(DailyDig.com) – In the most recent photograph from the James Webb Space Telescope (JWST), there is an intriguing item in the background that begs an explanation. The object resembles a huge question mark.
It’s most likely a faraway galaxy that collided with another, creating a form resembling a question mark. The form is a probable symptom of the galaxy becoming tidally disturbed by being dragged apart, or warped, owing to the gravitational forces of nearby objects.
Objects in the background, most of which are galaxies, were captured in the observation because of JWST’s very detailed field of view. The question mark, like anything else that doesn’t have the typical six-spoke trademark of a star, is likely to be located outside of our galaxy, far, far away.
Herbig-Haro 46/47 is a closely connected pair of still-developing stars located almost 1,500 light-years away, and the object is just a smudge below them in the image. These two newly formed stars have been under observation for decades. Due to their position on the periphery of a black nebula, they may not seem very impressive when seen in the visible spectrum. However, JWST’s infrared vision was capable of seeing past these obstructions, providing significant details about the surroundings of these two infant stars.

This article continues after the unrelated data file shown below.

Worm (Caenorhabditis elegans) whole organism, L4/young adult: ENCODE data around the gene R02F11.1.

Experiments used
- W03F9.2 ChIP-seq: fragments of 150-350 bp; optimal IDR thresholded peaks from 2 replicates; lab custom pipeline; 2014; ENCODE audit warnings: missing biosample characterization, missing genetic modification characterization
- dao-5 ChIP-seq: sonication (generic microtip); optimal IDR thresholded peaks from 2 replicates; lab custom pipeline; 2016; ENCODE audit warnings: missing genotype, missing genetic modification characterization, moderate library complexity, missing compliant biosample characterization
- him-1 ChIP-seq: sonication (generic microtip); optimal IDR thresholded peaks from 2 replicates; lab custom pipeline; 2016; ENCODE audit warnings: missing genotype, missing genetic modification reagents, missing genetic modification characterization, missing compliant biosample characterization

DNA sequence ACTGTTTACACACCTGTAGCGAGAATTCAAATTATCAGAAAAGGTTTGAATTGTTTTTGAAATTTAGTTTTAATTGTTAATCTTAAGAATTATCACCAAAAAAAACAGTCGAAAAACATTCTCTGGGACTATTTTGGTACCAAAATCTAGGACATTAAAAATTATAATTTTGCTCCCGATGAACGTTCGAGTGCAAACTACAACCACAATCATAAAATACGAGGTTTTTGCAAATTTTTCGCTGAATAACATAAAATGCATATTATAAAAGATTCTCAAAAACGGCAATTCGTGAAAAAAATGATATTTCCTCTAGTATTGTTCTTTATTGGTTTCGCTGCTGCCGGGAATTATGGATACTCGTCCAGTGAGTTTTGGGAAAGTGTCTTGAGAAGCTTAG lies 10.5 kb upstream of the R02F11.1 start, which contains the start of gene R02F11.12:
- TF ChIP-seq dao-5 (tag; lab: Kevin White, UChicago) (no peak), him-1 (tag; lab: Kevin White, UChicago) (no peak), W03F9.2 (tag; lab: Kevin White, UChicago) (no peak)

The object’s unusual form may most likely be explained by the fact that it is a merging galaxy or the result of the interaction of two galaxies. There are a number of known celestial occurrences in our universal neighborhood.
This system is most likely quite distant. Due to the higher energy of light produced by merging galaxies that create new stars, their color seems bluer. Although dust around the object or the foreground may sometimes throw off this generalization, that does not seem to be the case for this item.
It is not known whether this new finding will be investigated further. There is a lot on JWST’s schedule, but we still want to know the answer to this mystery.
Copyright 2023, DailyDig.com